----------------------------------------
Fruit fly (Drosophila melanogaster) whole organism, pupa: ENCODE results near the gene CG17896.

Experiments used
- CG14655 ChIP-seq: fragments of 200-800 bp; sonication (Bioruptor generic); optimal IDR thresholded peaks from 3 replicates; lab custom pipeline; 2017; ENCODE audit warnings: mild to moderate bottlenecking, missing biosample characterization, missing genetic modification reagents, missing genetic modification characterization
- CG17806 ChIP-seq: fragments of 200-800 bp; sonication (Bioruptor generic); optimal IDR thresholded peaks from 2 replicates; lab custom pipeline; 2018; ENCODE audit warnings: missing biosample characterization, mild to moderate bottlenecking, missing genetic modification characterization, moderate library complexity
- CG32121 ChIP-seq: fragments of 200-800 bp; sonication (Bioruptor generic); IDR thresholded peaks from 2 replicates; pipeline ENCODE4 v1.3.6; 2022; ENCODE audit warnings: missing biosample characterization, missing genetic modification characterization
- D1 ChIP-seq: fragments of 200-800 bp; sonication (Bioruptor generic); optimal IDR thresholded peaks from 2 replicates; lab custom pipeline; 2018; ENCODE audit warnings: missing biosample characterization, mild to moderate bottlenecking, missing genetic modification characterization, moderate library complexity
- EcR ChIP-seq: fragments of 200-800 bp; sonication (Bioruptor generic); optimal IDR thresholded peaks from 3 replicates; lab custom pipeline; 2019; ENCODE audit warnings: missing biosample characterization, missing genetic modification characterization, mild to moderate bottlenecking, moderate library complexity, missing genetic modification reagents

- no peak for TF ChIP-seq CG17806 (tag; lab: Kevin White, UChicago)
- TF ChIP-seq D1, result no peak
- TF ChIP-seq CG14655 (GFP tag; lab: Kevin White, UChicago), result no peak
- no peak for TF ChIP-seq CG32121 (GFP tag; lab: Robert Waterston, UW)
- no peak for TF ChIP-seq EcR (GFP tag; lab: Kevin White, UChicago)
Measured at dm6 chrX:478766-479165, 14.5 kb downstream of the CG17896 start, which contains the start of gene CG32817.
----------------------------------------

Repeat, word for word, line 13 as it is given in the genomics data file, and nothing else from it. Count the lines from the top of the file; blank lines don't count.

Measured at dm6 chrX:478766-479165, 14.5 kb downstream of the CG17896 start, which contains the start of gene CG32817.